For those preferring to start in the shallow end, the Arctic Circle’s occasional forums are a safer start. The six smaller-scale events that have been held to date have brought discussions about specific Arctic-related topics to new locations, and to audiences that are a fraction of the size of those attending the main show.

Topics reflect the setting. A session in Singapore took a look at shipping and global collaboration on Arctic affairs. The Washington, D.C., gathering looked how U.S.-Russia relations affect the development of the region. An Edinburgh audience heard about Scotland’s role in “the New North.”

This week, the seventh forum takes place in Tórshavn, the Faroe Islands. At issue will be economic development: what are the prospects for communities in the North, and how can they capitalise on the changes facing the region? The discussion, like the location, has moved closer to home.

ArcticToday will be on hand in the Faroe Islands this week. You can follow our coverage on Facebook. If you are attending the forum and would like to meet with us, send us an email.

When and where
May 8-9; Tórshavn, Faroe Islands

For more information
Arctic Hubs: Building Dynamic Economies and Sustainable Communities in the North

Further reading
Solidly southern Scotland seeks northern prosperity


China–Japan–South Korea trilateral summit
When the leaders of the world’s second, third and 14th largest economies meet in Tokyo for the next instalment of their irregular, but increasingly frequent, series of high-level meetings, most observers expect that it will be tensions on the Korean peninsula that will take up most of their time.

Still, those hoping that the meeting will reveal a little more about the Arctic intentions of China, Japan and South Korea will be enthused by comments by Kong Xuanyou, China’s vice-foreign minister, who last week told Reuters, a news agency, that “there will be no off-limits areas” during either the three-way talks, on May 9, or during a concurrent three-day tête-à-tête between Shinzo Abe, the Japanese prime minister, and Li Keqiang, the Chinese premier.

The three countries have used previous meetings to discuss topics like research and to co-ordinate their positions towards fishing in the central part of the Arctic Ocean. They also have similar, emerging interests in Arctic shipping, as well as the success of Russia’s natural gas plants on the Yamal peninsula.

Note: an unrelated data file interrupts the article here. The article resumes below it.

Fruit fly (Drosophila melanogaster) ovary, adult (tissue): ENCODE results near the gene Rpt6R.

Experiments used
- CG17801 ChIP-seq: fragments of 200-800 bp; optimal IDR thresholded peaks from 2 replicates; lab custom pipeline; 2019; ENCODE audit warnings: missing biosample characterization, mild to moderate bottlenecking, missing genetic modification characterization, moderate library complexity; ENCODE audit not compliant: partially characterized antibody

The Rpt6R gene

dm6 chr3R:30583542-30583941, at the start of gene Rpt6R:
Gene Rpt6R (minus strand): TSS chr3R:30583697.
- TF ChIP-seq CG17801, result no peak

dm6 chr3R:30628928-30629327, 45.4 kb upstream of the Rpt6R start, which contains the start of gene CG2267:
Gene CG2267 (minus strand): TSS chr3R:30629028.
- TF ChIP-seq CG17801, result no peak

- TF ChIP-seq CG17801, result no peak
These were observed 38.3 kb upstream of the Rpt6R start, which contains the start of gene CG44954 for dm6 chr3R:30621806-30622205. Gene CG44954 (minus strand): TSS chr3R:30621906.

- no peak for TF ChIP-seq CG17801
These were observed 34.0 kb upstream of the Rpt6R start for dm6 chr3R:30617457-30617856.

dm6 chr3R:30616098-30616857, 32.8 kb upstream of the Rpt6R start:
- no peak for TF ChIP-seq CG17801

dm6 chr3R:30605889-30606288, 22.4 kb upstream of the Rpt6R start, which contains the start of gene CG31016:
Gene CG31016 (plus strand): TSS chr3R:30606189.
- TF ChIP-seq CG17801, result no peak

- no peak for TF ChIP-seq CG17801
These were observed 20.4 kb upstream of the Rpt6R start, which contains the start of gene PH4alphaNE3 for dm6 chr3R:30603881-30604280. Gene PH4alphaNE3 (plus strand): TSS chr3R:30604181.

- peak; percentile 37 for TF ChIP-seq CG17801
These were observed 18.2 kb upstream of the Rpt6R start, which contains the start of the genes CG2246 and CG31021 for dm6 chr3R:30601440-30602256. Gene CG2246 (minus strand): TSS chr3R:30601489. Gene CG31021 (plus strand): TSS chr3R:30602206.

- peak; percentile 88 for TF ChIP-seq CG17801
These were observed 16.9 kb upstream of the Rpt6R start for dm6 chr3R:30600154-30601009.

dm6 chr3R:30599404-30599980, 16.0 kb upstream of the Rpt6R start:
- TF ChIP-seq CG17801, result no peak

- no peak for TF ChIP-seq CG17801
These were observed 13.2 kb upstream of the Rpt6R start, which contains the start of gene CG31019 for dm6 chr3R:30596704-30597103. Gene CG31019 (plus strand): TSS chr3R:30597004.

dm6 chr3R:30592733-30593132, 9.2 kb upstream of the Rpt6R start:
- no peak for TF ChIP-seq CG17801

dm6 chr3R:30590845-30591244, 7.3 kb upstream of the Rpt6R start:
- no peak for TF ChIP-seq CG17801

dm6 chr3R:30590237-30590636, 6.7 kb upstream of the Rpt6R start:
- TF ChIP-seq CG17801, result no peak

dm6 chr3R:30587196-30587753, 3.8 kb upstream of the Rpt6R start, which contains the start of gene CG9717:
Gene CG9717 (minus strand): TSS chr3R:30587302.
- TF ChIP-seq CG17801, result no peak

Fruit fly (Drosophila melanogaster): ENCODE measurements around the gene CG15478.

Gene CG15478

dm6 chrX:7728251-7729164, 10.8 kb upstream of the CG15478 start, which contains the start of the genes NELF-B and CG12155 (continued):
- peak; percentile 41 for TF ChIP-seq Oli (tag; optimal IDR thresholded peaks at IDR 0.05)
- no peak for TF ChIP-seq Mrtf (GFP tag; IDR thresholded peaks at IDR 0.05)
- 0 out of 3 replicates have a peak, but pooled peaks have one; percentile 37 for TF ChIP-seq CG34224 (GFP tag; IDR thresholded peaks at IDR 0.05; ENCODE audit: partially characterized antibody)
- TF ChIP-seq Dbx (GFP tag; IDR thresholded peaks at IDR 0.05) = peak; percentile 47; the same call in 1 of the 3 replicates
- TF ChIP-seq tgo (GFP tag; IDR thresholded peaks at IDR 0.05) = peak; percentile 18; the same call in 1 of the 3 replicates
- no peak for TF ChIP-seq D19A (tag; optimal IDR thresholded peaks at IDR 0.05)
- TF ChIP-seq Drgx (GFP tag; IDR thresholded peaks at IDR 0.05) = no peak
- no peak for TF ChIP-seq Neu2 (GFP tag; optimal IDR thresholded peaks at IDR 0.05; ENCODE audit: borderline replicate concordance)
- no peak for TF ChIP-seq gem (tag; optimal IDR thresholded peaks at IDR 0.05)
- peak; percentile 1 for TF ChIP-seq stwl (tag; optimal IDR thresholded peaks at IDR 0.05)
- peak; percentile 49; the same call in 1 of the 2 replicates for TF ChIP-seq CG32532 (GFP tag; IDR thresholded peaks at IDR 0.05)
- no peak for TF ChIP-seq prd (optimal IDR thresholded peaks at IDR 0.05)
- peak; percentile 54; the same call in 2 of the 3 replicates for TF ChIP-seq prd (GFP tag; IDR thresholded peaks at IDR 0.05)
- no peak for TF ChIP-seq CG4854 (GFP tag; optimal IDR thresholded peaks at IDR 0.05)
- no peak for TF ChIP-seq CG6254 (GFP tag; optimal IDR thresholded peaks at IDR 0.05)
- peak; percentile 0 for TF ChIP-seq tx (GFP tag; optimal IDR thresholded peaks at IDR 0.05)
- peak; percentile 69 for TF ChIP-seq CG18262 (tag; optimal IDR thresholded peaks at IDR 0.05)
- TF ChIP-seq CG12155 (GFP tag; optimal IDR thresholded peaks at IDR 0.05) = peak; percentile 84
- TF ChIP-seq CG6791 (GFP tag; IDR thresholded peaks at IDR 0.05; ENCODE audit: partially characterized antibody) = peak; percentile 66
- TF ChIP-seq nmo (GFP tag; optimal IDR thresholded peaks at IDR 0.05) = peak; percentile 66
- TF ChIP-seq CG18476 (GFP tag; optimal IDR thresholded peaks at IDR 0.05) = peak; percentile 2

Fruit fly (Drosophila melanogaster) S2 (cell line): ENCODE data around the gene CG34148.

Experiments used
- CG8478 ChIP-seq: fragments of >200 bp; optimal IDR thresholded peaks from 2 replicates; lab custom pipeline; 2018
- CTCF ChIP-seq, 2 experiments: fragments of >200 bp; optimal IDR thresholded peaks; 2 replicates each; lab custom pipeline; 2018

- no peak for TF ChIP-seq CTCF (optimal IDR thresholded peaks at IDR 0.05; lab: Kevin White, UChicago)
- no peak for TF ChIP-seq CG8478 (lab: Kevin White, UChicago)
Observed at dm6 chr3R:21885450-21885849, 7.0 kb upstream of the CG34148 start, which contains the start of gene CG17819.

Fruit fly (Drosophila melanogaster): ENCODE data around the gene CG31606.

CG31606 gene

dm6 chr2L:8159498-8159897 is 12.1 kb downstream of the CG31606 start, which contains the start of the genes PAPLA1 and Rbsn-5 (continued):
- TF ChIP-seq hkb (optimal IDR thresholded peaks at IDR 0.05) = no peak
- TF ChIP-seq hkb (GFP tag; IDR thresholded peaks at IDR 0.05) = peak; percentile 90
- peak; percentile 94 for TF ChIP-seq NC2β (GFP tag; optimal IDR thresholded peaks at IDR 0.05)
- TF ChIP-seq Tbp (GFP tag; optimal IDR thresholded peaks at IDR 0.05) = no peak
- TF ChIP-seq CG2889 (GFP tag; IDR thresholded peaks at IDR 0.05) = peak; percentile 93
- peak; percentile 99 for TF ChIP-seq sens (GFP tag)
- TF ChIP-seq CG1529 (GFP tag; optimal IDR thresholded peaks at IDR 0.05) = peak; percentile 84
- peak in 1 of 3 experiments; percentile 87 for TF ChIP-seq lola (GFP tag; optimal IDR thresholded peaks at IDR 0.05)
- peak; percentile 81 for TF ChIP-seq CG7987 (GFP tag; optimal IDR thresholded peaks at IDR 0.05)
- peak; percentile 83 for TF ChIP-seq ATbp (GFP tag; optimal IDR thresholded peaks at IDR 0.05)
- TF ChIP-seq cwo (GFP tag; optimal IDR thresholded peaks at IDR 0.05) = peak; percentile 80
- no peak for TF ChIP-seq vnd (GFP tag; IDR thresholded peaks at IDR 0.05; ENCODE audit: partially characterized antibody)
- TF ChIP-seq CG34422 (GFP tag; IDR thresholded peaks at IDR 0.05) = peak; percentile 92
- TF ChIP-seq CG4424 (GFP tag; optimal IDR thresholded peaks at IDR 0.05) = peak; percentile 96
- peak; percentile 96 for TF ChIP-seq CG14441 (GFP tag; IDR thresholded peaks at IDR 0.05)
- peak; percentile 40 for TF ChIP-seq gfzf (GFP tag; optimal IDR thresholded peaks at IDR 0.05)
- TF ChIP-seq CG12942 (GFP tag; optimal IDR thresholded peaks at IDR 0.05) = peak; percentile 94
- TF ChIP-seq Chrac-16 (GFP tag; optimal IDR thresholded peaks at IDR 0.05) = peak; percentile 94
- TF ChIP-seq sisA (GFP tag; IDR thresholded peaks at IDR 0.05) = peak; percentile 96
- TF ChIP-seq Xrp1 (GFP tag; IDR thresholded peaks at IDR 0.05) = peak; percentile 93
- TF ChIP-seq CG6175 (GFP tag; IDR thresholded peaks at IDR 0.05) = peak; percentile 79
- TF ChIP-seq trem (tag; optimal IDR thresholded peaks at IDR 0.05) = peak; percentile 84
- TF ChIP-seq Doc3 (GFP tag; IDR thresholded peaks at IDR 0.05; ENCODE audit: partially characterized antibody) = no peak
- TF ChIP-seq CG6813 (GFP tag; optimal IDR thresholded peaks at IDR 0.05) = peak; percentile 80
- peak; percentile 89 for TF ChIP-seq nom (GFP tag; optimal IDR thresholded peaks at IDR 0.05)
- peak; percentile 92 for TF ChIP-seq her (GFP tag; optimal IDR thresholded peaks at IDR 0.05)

When and where
May 9; Tokyo

For more information
China–Japan–South Korea trilateral summit

Further reading
China, Japan and South Korea hold their own Arctic dialogue
China, Japan and South Korea in the Arctic, Pooling resources 


Mid-point of the Finnish chairmanship of the Arctic Council
This week, Finland moves into the second half of its two-year chairmanship of the Arctic Council. Helsinki earned early praise from some corners for making the Sustainable Development Goals, a set of UN guidelines for reducing poverty, a cornerstone of the chairmanship and introducing new topics like education and meteorology as part of its agenda. This, it was said, suggested Finland was looking for ways to get the organization to think outside the box at a time of uncertaintyd.

Critics consider this mission creep, and warn the council should stick to getting states to work together on issues that would otherwise go unaddressed.

Debate about Finland’s approach will continue, but, for Helsinki, it is moot: After a flurry of activities this autumn, the chairmanship moves into handover mode. (Iceland becomes the next chair in the spring of 2019.) No binding agreement of any sort is in the offing, but Finland is expected to make good progress on the task of drawing up the roadmap for the organization’s future, an assignment they inherited from Washington and will pass on to Reykjavík. Their chairmanship may be heading for the finish line, but its work will live on.

May 11

For more information
Finland’s Chairmanship of the Arctic Council in 2017–2019
Arctic Finland

Further reading
After more than two decades, the Arctic Council considers what direction its future will take

The Week Ahead is a preview of some of the events related to the region that will be in the news in the coming week. If you have a topic you think ought to be profiled in a coming week, please email [email protected].